The Sun released two significant solar flares on Sept. 6, including one that clocked in as the most powerful flare of the current solar cycle.
The solar cycle is the approximately 11-year-cycle during which the Sun’s activity waxes and wanes. The current solar cycle began in December 2008 and is now decreasing in intensity and heading toward solar minimum, expected in 2019-2020. Solar minimum is a phase when solar eruptions are increasingly rare, but history has shown that they can nonetheless be intense.
Footage of the Sept. 6 X2.2 and X9.3 solar flares captured by the Solar Dynamics Observatory in extreme ultraviolet light (131 angstrom wavelength)
Our Solar Dynamics Observatory satellite, which watches the Sun constantly, captured images of both X-class flares on Sept. 6.
Solar flares are classified according to their strength. X-class denotes the most intense flares, followed by M-class, while the smallest flares are labeled as A-class (near background levels) with two more levels in between. Similar to the Richter scale for earthquakes, each of the five levels of letters represents a 10-fold increase in energy output.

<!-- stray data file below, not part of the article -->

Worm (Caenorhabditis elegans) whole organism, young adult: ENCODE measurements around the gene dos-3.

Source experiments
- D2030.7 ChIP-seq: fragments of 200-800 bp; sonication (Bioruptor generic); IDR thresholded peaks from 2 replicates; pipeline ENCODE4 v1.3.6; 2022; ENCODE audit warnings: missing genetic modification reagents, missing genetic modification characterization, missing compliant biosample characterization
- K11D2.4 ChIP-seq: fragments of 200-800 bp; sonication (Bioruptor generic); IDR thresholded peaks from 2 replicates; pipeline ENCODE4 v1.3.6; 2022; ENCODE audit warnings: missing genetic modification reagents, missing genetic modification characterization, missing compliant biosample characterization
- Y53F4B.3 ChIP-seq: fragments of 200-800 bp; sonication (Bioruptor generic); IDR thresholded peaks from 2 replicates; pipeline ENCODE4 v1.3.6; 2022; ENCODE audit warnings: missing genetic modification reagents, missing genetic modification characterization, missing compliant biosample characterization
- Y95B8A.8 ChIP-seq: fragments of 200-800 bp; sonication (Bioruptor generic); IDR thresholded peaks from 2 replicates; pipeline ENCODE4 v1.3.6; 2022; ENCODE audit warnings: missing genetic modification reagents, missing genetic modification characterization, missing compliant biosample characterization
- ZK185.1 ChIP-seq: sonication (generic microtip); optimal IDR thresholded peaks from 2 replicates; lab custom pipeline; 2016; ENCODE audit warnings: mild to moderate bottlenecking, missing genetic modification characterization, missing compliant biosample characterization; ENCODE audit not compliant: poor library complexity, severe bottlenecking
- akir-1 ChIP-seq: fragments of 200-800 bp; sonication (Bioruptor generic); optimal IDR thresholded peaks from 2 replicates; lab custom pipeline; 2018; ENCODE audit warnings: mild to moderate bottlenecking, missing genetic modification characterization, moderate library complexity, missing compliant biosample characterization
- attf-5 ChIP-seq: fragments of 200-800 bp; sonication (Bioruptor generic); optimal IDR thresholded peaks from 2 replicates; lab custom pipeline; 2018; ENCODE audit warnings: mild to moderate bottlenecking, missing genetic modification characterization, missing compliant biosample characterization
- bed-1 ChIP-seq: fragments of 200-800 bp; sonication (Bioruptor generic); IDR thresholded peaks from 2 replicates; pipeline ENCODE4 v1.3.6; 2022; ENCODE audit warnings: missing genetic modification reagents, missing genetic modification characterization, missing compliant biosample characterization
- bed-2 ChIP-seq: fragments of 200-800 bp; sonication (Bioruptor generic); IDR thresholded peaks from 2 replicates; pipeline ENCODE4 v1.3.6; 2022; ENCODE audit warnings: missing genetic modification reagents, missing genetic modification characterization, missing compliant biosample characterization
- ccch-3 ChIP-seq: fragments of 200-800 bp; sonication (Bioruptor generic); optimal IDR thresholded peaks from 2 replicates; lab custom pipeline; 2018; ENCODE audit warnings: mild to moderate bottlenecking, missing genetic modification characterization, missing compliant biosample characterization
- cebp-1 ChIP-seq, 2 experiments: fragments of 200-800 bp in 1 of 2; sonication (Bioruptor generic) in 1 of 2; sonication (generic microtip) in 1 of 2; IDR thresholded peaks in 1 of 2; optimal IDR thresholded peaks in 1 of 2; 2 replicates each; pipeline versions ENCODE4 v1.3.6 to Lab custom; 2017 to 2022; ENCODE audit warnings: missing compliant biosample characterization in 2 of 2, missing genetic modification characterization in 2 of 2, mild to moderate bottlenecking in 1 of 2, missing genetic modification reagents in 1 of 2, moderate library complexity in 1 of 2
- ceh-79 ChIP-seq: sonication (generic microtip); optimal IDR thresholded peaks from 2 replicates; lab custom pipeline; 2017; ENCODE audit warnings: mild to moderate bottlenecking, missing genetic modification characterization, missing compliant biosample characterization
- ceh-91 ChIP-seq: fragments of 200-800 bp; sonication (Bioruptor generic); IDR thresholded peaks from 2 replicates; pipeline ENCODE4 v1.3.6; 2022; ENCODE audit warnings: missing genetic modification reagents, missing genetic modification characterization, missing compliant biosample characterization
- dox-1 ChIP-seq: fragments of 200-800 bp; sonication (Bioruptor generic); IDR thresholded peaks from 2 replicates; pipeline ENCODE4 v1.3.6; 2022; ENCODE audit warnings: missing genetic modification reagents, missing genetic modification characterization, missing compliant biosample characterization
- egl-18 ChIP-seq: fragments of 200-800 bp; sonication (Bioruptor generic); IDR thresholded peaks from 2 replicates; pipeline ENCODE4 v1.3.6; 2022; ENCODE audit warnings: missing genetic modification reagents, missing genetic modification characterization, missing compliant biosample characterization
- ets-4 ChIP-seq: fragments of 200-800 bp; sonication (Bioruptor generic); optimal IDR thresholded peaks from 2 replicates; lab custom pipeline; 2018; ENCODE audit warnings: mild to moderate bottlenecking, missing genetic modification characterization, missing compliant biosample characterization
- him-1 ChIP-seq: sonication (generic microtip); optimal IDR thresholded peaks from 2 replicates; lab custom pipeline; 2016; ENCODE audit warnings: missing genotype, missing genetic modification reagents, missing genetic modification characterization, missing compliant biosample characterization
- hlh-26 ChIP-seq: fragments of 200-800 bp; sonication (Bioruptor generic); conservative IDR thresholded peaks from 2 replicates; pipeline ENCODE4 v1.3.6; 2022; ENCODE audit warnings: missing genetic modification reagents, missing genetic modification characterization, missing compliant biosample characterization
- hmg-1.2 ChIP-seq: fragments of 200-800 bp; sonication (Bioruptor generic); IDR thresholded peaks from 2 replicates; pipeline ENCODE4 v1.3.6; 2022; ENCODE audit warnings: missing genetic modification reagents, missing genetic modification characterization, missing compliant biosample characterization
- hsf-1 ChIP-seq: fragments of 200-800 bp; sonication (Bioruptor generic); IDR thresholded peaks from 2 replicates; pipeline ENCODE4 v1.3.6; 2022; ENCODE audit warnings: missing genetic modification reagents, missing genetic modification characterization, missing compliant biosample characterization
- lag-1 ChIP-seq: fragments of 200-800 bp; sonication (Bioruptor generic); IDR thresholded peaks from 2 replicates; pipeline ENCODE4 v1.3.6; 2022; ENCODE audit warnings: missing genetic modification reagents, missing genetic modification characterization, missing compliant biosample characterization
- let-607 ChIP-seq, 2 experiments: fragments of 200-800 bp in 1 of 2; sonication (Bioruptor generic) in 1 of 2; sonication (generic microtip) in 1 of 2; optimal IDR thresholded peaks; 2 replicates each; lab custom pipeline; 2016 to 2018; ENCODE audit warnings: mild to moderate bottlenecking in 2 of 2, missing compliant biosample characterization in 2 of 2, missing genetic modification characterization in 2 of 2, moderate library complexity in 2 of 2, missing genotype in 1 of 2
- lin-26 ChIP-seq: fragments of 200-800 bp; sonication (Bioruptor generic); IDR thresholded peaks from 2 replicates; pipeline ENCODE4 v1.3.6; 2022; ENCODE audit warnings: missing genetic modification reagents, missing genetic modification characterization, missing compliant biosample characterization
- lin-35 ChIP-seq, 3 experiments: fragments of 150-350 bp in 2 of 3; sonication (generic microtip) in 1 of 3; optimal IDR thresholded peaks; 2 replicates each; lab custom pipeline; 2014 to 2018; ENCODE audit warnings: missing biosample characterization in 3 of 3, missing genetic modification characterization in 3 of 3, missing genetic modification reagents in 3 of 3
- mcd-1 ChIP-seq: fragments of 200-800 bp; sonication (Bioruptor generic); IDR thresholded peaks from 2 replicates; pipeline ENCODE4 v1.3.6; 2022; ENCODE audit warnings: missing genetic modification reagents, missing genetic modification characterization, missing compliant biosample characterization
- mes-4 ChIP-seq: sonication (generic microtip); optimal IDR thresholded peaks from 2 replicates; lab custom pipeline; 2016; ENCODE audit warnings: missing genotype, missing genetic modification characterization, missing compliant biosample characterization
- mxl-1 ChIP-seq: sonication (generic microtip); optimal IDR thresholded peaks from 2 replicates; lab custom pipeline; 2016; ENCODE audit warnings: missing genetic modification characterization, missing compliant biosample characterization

The first flare peaked at 5:10 a.m. EDT, while the second, larger flare, peaked at 8:02 a.m. EDT.
Footage of the Sept. 6 X2.2 and X9.3 solar flares captured by the Solar Dynamics Observatory in extreme ultraviolet light (171 angstrom wavelength) with Earth for scale
Solar flares are powerful bursts of radiation. Harmful radiation from a flare cannot pass through Earth’s atmosphere to physically affect humans on the ground, however — when intense enough — they can disturb Earth’s atmosphere in the layer where GPS and communications signals travel.
Both Sept. 6 flares erupted from an active region labeled AR 2673. This area also produced a mid-level solar flare on Sept. 4, 2017. This flare peaked at 4:33 p.m. EDT, and was about a tenth the strength of X-class flares like those measured on Sept. 6.
Footage of the Sept. 4 M5.5 solar flare captured by the Solar Dynamics Observatory in extreme ultraviolet light (131 angstrom wavelength)
This active region continues to produce significant solar flares. There were two flares on the morning of Sept. 7 as well.
For the latest updates and to see how these events may affect Earth, please visit NOAA’s Space Weather Prediction Center at http://spaceweather.gov, the U.S. government’s official source for space weather forecasts, alerts, watches and warnings.
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